My four-year anniversary of living in Ecuador is rapidly closing in and it's caused me to do a bit of reflecting on my time here. There was so much that attracted my family and I to the country in the first place...and in these last four years that list of positives has only grown. On a gorgeous sun-filled day like today I only have to look out my windows to be reminded of why life here is wonderful. I've got four volcanoes showing their stuff right now, one of which is laced with snow this morning and another sports a permanent snowcap.
How easy is it to adapt to life in a new country?” Well, the answer is going to be different depending on who you are and how adaptable you’re willing to be. I’m a planner by nature. You know, one of those people who likes to make lists, check things off, and know that all is going according to plan. Winging it is fine in certain situations, but when it comes to major life changes I feel better knowing that all of my I’s are dotted and my T’s are crossed.
Each time I visit Quito, I get to explore new and interesting areas, hear of fabulous events taking place, and meet more wonderful people. Among Quito’s 2-million-plus populace is a large community of international folks enjoying the affordable life and big-city buzz. You’ll find them pretty spread out, as there are neighborhoods and lifestyles to suit most tastes. But they’re all making the most of what Quito offers…which is a lot. Here’s some of my favorite things to do…
Small town USA has been a coveted notion since the days when Andy Taylor and Barney Fife graced our television screens. Though a fictional setting, Mayberry wasn't too different from other small towns at that time. It was a place where neighbors knew one another, where folks came to each other's aid in times of need, and where children could roam the streets without fear.
Vilcabamba is a great prospect for anyone who loves the country. The properties are diverse enough so that there is something for everyone. There are farms, upscale homes in gated communities, and houses inspired by the green movement, with a low environmental impact. There is even a little domed house reminiscent of Tolkien’s hobbit holes just a few minutes from town. One Vilcabamba expat has compared the town to Ojai, California. The springtime temperatures of Ojai would be on a par with those of Vilcabamba, but even more similarities are found in the lifestyle. Ojai is known for its health-conscious, spiritually-minded, artistic atmosphere. Vilcabamba is much the same, though on a smaller scale.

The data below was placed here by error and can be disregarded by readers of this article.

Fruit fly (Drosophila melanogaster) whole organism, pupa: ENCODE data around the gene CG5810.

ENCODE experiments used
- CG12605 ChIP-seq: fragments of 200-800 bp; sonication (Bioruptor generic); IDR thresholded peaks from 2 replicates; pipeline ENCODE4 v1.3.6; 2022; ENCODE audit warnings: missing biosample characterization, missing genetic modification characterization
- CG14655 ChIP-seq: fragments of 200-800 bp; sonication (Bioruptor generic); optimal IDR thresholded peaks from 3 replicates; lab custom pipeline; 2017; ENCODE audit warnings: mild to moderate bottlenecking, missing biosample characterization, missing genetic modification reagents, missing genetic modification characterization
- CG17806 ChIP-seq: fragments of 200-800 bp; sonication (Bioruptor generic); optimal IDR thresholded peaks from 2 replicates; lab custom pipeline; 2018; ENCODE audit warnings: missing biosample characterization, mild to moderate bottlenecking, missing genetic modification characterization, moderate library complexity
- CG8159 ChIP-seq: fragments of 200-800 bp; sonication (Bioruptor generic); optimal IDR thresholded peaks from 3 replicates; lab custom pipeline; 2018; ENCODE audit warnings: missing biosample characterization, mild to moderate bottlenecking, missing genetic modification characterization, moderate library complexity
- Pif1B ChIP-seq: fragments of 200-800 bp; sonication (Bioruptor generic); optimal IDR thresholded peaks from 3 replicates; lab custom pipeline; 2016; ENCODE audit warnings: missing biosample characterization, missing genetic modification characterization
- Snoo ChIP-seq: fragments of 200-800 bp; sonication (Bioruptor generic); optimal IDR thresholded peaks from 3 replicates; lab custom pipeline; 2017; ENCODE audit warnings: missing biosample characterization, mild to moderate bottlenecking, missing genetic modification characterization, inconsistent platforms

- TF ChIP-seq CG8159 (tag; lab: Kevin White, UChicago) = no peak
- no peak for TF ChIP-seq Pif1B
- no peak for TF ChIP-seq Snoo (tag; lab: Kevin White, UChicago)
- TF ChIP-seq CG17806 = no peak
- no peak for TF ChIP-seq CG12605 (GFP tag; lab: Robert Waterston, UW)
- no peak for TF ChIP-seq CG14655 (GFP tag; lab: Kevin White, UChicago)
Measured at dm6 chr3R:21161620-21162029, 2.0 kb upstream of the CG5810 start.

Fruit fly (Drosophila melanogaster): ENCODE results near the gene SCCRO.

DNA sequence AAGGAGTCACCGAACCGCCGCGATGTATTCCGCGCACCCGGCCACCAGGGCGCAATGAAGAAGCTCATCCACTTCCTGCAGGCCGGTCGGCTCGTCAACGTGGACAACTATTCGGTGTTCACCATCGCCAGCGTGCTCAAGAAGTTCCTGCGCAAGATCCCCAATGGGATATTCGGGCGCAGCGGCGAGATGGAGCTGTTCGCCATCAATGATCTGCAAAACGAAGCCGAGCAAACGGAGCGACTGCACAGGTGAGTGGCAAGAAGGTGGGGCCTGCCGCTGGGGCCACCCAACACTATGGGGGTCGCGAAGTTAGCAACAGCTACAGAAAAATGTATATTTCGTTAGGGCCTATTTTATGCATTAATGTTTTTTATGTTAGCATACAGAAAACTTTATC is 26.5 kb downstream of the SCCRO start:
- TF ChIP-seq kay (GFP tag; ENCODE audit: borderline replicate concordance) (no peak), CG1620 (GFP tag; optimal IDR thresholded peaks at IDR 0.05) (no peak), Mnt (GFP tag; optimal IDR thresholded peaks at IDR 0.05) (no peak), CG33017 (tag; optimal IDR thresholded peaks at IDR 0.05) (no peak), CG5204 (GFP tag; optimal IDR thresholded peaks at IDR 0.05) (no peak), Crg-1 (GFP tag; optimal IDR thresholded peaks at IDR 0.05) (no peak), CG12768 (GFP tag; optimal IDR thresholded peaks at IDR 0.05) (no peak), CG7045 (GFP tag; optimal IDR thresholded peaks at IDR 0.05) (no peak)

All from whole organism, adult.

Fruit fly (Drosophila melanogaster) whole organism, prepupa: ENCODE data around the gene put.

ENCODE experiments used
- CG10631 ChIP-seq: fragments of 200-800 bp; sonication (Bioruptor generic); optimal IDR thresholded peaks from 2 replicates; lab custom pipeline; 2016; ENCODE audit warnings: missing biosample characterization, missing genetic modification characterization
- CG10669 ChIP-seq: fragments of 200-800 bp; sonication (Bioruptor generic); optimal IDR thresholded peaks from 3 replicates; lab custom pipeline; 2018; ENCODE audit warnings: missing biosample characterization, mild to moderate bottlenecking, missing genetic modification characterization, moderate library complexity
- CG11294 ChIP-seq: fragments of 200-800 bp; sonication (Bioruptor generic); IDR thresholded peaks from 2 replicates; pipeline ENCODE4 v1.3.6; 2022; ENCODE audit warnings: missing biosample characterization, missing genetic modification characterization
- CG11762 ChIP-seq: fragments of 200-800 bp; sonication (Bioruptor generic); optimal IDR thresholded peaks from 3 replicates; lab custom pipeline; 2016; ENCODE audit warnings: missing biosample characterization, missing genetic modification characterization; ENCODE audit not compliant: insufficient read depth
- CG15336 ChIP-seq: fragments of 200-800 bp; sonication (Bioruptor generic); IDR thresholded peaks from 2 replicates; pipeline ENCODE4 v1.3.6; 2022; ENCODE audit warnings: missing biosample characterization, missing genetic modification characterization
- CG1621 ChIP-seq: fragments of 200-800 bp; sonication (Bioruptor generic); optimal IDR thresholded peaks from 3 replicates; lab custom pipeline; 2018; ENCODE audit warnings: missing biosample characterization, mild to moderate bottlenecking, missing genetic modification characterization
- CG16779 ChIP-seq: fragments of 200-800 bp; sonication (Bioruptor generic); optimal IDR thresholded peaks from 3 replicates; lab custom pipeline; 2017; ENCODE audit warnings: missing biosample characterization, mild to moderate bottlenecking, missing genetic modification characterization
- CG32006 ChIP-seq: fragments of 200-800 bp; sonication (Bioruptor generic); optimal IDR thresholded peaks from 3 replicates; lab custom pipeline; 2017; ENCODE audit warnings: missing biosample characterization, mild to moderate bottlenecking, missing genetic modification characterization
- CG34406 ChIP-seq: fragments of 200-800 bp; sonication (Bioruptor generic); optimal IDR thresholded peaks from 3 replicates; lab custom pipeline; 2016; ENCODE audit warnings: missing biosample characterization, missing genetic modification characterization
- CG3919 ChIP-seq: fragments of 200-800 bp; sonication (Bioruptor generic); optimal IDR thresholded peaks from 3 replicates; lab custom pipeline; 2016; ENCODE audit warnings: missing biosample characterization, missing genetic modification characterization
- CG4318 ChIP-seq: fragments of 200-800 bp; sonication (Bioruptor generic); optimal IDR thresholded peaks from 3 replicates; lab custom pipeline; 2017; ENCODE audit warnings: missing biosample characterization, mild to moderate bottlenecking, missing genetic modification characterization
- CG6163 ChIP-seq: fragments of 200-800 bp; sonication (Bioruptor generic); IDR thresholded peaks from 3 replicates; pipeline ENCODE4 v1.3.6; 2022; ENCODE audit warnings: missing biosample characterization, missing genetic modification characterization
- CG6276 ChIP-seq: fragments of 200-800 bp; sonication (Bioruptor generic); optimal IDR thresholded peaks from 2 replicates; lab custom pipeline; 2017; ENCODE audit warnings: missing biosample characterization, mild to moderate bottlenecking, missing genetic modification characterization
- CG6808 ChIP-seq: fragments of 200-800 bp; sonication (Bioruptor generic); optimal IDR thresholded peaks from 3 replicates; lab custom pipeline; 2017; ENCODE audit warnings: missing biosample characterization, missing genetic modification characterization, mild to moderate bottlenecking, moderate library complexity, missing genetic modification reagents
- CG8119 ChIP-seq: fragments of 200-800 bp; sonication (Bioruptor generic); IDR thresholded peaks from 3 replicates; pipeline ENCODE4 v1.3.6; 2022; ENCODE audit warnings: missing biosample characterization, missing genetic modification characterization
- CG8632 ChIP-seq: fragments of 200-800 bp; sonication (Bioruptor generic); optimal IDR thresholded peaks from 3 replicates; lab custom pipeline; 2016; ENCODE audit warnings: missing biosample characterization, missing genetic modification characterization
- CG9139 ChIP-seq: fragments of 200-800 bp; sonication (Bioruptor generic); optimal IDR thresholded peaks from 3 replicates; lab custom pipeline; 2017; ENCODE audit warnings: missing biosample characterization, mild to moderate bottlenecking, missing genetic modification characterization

While the wind blows and the snow flies in Colleen Thom's old stomping grounds of Alberta, Canada, she and her husband Bill are enjoying their new life in a year-round paradise. For the last year Colleen and Bill have been living a life of warmth, friends, and adventure in the small Andean mountain town of Vilcabamba, Ecuador.
"I feel like it's a real gift to be here," says Vilcabamba expat Jeff Hutner. It's a sentiment I have heard echoed time and again from expats in this part of Ecuador. What's so enthralling about this little highland town just north of the Peruvian border? Well, for Jeff and his wife Jamie, it's the ability to afford a quality life surrounded by beauty. Nestled into a warm valley ringed by high Andean peaks, the town of Vilcabamba leaves little to be desired. The warm (but not steamy) year-round weather is perfect for plant life. Trees with surfboard-sized fronds stand watch over neon flowers and creeping vines. Crystalline rivers tumble through the valley and there are plenty of hiking trails crisscrossing the slopes.
Every year, more than a million visitors travel to Ecuador for a taste of what this small South American country offers. The Galapagos Islands are undoubtedly Ecuador’s biggest attraction, but those who choose to explore the mainland itself are in for a cultural treat. This equatorial country is soaked in tradition—some of which originated in the times of the Incas, or even earlier. I’ve lived in Ecuador for three years and the longer I’m here, the more I learn and experience. And because the locals are so friendly and welcoming, I’m often included in their traditions—if you spend more than a few days in one place here, you will be too.
I’ve been doing a bit of travel around Ecuador recently, and in December I stumbled onto my new favorite city. Restored grand colonial buildings sport fresh bright paint. Tumbling rivers run right through the heart of the city. A growing international expat community and ridiculously friendly locals make fitting in easy and dining options range from traditional local dishes to Chinese, Mexican, Arabic, Japanese, Italian, and even good old Texan fare. By now, you might be guessing that the city I’m describing is expat-favorite Cuenca or the capital of Quito. Those would be fair guesses…but they’re wrong. The city that swept me off my feet is Loja—Cuenca’s little sister to the south.
On any given evening, you'll find Kasie Estevez serving up drinks and tasty snacks while laughing with the regulars at the bar she opened in Cotacachi, Ecuador. "I love it here," she says. "The weather's good, and you develop friendships like nowhere else. I think people have more time to invest in relationships." Plus the cost of living is low. A couple can live on as little as $1,600 a month in Cotacachi. Kasie finds that Ecuador's slow pace allows her to enjoy life more. It's a far cry from holding down a sales job as a single mother in Las Vegas.